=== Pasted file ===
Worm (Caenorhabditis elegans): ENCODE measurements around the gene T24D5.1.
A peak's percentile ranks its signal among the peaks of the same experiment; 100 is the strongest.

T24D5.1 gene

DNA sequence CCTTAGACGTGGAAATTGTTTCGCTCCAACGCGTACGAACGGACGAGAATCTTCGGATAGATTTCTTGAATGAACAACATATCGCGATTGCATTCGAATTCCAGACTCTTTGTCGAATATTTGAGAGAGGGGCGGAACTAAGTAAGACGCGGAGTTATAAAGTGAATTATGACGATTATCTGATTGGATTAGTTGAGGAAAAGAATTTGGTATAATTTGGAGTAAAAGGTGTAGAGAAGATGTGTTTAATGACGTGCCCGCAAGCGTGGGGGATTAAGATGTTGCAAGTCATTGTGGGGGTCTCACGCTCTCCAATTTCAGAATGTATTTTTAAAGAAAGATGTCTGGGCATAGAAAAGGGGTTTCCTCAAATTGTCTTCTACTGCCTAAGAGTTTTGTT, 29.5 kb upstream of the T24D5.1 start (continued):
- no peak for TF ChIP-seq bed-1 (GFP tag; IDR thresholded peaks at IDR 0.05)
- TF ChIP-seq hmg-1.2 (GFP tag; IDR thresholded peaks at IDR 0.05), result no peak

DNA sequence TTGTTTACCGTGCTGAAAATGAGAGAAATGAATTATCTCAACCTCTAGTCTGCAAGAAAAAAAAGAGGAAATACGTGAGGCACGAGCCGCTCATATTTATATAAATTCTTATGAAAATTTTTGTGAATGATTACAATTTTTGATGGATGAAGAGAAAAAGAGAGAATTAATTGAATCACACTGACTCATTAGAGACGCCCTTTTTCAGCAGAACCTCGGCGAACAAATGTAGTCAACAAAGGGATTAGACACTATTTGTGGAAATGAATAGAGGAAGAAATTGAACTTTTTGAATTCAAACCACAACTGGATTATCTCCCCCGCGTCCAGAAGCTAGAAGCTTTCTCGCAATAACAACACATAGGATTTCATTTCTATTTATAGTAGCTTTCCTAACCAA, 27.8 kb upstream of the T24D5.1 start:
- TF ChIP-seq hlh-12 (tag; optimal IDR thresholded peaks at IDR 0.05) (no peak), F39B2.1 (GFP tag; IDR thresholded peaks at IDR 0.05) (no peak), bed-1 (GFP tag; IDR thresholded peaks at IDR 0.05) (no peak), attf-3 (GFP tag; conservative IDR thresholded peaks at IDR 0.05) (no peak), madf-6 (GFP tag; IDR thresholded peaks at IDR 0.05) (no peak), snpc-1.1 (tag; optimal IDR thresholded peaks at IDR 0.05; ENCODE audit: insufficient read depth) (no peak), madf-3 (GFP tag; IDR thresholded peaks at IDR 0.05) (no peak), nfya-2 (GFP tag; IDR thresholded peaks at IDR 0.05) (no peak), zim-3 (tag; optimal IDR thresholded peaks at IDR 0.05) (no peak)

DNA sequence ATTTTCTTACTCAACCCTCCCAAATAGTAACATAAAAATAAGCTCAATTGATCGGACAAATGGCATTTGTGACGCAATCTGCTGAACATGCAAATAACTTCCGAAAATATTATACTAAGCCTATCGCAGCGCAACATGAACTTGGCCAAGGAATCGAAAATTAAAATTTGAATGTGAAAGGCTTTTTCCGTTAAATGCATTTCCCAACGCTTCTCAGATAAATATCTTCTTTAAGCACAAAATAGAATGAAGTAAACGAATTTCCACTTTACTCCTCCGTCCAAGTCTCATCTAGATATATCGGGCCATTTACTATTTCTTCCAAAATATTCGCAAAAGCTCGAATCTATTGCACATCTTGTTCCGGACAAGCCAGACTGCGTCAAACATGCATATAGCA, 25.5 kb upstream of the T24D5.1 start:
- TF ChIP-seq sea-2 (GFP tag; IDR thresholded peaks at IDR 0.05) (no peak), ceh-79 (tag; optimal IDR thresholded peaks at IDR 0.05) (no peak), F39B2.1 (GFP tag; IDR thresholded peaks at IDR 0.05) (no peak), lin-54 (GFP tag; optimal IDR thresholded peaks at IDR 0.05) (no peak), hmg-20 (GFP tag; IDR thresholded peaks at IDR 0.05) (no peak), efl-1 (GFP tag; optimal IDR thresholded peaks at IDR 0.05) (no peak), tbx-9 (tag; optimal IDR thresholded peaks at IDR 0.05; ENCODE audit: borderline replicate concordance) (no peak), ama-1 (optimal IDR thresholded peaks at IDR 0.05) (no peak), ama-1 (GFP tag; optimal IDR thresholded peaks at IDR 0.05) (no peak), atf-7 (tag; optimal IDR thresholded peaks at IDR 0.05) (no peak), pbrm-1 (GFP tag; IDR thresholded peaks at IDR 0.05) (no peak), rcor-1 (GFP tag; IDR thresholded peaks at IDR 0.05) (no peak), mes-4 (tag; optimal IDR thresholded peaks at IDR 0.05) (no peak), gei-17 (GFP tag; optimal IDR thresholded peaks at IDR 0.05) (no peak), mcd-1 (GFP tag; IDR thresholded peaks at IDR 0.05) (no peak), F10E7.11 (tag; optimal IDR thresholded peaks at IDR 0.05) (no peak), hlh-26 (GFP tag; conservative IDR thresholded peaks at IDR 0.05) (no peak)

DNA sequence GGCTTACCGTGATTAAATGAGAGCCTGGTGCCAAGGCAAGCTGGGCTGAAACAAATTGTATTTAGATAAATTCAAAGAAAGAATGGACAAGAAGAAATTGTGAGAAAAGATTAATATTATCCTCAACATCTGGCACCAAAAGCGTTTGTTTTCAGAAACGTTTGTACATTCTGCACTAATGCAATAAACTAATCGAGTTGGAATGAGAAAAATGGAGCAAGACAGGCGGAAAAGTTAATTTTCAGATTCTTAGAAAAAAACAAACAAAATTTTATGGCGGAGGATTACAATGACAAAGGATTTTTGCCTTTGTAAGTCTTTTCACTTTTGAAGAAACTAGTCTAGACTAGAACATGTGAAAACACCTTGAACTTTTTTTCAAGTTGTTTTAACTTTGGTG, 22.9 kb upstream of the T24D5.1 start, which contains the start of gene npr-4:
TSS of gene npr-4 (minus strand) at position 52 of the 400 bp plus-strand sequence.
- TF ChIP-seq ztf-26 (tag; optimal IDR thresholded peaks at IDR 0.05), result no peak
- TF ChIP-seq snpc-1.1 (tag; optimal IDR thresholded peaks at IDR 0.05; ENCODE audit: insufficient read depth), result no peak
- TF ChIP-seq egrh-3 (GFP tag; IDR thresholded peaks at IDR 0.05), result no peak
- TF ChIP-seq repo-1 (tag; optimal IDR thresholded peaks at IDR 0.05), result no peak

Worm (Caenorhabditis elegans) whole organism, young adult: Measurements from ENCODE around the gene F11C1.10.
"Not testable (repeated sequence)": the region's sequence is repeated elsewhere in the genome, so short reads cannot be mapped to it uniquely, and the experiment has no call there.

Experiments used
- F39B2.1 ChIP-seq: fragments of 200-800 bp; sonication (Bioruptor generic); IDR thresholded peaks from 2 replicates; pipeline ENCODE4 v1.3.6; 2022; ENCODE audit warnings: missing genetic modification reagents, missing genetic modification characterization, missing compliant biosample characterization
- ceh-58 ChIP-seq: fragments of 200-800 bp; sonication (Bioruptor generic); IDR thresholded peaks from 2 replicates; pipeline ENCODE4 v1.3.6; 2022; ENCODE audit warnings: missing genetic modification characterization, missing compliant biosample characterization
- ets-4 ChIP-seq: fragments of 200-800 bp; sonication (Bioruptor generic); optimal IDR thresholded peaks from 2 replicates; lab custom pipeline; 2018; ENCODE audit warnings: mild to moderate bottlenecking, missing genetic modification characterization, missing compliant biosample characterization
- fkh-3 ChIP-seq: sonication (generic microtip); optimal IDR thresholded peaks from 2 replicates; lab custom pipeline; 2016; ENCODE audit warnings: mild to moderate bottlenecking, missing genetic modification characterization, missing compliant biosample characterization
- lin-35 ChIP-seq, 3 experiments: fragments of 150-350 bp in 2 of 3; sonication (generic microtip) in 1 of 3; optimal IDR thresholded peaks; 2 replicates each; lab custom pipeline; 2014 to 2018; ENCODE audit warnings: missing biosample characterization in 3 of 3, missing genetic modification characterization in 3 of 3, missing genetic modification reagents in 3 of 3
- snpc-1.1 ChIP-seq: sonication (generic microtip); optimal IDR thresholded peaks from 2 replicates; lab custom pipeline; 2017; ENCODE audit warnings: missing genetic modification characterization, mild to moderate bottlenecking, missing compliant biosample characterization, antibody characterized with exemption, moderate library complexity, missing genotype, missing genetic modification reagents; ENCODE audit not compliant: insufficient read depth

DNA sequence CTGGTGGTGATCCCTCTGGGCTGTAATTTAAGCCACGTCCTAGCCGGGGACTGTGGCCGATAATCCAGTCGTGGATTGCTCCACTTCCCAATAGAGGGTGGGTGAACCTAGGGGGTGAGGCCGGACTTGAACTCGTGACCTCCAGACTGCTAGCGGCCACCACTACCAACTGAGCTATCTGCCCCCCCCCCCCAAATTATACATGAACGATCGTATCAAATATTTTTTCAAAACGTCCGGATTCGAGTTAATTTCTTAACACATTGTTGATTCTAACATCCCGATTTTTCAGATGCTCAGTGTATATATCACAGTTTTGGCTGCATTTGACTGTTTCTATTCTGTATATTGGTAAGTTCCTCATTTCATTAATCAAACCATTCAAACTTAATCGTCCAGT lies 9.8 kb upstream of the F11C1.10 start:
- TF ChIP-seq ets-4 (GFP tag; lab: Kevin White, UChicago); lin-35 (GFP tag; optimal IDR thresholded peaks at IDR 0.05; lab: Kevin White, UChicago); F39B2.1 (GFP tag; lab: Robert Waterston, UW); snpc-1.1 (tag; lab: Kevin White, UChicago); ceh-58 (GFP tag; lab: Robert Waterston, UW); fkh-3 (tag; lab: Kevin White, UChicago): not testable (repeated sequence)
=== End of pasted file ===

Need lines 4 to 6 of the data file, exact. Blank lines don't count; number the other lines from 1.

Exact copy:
DNA sequence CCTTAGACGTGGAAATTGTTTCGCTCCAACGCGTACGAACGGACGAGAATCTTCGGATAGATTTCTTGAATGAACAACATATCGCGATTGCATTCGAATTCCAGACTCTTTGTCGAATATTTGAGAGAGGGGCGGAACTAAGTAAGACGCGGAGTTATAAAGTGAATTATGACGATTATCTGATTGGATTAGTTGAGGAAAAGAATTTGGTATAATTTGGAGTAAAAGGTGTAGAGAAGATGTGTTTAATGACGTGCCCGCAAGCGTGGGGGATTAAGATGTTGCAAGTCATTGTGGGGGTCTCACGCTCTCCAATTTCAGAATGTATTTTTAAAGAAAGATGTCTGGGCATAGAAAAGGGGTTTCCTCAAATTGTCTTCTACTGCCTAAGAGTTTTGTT, 29.5 kb upstream of the T24D5.1 start (continued):
- no peak for TF ChIP-seq bed-1 (GFP tag; IDR thresholded peaks at IDR 0.05)
- TF ChIP-seq hmg-1.2 (GFP tag; IDR thresholded peaks at IDR 0.05), result no peak